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Hoffmann, R. A wiki for the life sciences where authorship matters. Nature Genetics (2008)

The threshold level of adenomatous polyposis coli protein for mouse intestinal tumorigenesis.

The adenomatous polyposis coli (APC) gene, whose mutations are responsible for familial adenomatous polyposis, is a major negative controller of the Wnt/beta-catenin pathway. To investigate the dose-dependent effects of APC protein in suppressing intestinal tumorigenesis, we constructed mutant mice carrying hypomorphic Apc alleles Apc(neoR) and Apc(neoF) whose expression levels were reduced to 20% and 10% of the wild type, respectively. Although both hypomorphic heterozygotes developed intestinal polyps, tumor multiplicities were much lower than that in Apc(Delta716) mice, heterozygotes of an Apc null allele. Like in Apc(Delta716) mice, loss of the wild-type Apc allele was confirmed for all polyps examined in the Apc(neoR) and Apc(neoF) mice. In the embryonic stem cells homozygous for these hypomorphic Apc alleles, the level of the APC protein was inversely correlated with both the beta-catenin accumulation and beta-catenin/T-cell factor transcriptional activity. These results suggest that the reduced APC protein level increases intestinal polyp multiplicity through quantitative stimulation of the beta-catenin/T-cell factor transcription. We further estimated the threshold of APC protein level that forms one polyp per mouse as approximately 15% of the wild type. These results also suggest therapeutic implications concerning Wnt signaling inhibitors.[1]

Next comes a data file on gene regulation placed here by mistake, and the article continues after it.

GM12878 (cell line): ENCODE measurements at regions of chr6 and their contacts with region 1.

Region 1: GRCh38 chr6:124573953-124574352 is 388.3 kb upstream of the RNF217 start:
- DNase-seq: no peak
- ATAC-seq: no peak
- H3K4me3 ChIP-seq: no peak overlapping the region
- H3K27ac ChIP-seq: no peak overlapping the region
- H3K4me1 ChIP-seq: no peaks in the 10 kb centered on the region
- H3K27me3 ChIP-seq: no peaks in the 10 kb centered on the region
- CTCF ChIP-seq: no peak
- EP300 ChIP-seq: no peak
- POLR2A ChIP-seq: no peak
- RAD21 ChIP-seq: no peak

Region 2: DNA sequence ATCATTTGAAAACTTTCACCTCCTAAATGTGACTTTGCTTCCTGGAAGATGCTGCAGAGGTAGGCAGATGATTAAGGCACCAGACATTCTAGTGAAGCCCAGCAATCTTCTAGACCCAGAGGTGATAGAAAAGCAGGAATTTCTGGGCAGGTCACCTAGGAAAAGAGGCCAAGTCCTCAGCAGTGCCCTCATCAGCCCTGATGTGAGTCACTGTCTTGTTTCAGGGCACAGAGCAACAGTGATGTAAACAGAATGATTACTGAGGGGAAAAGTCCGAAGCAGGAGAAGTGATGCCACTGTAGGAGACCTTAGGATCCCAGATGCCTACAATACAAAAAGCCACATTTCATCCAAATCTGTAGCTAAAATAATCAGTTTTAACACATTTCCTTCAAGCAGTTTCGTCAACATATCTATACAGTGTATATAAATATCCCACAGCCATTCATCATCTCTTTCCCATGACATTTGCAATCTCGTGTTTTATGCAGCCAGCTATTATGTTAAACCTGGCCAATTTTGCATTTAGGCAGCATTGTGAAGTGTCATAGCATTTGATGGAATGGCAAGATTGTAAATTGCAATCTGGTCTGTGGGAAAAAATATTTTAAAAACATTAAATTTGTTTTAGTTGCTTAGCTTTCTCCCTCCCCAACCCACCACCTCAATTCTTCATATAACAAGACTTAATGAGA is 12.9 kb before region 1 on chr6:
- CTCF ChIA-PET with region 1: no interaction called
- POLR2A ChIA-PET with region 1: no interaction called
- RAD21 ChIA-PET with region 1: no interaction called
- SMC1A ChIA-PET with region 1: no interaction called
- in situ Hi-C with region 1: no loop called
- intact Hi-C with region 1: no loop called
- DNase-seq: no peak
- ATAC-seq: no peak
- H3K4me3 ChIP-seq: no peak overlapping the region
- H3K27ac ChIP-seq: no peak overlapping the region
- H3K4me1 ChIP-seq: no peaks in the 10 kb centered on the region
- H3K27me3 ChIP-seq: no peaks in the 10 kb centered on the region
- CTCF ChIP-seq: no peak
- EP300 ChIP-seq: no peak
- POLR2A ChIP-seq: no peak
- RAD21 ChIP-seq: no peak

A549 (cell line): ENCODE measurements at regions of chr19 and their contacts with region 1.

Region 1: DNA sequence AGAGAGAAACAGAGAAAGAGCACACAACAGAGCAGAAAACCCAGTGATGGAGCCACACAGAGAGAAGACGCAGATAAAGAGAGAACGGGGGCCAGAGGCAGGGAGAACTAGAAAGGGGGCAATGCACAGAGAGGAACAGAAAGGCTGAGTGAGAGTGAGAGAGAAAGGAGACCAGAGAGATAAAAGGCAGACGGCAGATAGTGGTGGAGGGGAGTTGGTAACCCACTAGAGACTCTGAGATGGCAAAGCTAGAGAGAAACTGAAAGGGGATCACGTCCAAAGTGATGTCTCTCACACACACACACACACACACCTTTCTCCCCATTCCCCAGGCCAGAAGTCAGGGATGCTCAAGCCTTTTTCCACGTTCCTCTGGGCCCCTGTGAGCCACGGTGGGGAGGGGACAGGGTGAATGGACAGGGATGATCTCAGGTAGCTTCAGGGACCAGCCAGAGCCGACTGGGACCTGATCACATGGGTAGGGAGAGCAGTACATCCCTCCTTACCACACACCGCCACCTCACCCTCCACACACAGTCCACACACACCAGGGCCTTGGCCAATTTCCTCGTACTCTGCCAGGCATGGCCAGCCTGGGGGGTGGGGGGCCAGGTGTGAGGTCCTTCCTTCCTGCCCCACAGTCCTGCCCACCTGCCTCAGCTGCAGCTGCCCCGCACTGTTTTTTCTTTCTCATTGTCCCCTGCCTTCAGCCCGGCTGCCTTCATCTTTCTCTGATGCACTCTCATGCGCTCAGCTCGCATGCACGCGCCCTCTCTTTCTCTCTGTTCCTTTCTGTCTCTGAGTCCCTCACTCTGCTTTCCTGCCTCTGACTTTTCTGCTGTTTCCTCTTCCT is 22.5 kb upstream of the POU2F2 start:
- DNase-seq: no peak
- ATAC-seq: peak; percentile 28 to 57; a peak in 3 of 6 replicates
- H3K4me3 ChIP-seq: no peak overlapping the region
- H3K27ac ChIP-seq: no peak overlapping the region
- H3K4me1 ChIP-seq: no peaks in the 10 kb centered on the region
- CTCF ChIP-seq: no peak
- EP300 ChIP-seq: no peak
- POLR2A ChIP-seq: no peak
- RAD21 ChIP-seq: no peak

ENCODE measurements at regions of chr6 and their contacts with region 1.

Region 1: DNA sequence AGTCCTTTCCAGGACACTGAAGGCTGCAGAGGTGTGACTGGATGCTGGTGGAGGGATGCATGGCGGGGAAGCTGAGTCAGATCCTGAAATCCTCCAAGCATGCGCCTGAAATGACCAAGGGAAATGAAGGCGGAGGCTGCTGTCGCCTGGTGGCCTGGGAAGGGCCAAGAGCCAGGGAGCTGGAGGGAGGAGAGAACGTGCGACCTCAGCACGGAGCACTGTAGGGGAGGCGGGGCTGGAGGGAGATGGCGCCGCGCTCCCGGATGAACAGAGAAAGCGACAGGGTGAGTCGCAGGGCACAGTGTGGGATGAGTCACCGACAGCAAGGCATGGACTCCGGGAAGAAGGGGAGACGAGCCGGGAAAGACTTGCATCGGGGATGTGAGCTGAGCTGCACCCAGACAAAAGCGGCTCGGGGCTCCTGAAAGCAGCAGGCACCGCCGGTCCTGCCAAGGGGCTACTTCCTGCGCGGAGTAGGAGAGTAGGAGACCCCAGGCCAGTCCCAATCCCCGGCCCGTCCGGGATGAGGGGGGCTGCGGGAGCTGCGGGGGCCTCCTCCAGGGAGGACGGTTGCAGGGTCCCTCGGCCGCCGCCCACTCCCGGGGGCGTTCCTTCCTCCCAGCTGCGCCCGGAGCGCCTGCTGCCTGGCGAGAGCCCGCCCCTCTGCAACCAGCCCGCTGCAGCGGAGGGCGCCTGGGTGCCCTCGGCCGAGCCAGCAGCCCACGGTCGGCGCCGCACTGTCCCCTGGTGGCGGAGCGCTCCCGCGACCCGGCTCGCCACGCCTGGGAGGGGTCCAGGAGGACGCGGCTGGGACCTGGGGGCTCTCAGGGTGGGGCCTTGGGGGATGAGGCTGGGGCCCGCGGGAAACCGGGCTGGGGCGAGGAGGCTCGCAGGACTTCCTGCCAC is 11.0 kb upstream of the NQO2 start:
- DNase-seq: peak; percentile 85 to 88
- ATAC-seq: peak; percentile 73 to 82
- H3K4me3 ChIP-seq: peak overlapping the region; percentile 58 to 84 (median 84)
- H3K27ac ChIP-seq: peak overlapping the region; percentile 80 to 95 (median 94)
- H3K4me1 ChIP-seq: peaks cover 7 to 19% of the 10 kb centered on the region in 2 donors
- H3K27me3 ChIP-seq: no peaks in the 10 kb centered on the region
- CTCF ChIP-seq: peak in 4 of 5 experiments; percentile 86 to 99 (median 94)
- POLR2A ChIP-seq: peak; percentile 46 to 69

1. The threshold level of adenomatous polyposis coli protein for mouse intestinal tumorigenesis. Li, Q., Ishikawa, T.O., Oshima, M., Taketo, M.M. Cancer Res. (2005) [Pubmed]
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